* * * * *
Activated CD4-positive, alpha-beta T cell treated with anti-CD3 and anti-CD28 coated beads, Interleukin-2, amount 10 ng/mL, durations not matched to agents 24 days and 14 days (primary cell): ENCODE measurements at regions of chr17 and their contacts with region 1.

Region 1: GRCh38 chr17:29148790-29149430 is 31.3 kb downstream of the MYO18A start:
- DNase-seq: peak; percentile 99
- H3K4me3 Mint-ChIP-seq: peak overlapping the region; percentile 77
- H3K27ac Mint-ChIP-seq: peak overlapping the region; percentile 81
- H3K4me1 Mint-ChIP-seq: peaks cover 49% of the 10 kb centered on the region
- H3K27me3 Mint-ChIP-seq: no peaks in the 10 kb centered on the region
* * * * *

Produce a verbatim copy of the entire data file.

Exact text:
Activated CD4-positive, alpha-beta T cell treated with anti-CD3 and anti-CD28 coated beads, Interleukin-2, amount 10 ng/mL, durations not matched to agents 24 days and 14 days (primary cell): ENCODE measurements at regions of chr17 and their contacts with region 1.

Region 1: GRCh38 chr17:29148790-29149430 is 31.3 kb downstream of the MYO18A start:
- DNase-seq: peak; percentile 99
- H3K4me3 Mint-ChIP-seq: peak overlapping the region; percentile 77
- H3K27ac Mint-ChIP-seq: peak overlapping the region; percentile 81
- H3K4me1 Mint-ChIP-seq: peaks cover 49% of the 10 kb centered on the region
- H3K27me3 Mint-ChIP-seq: no peaks in the 10 kb centered on the region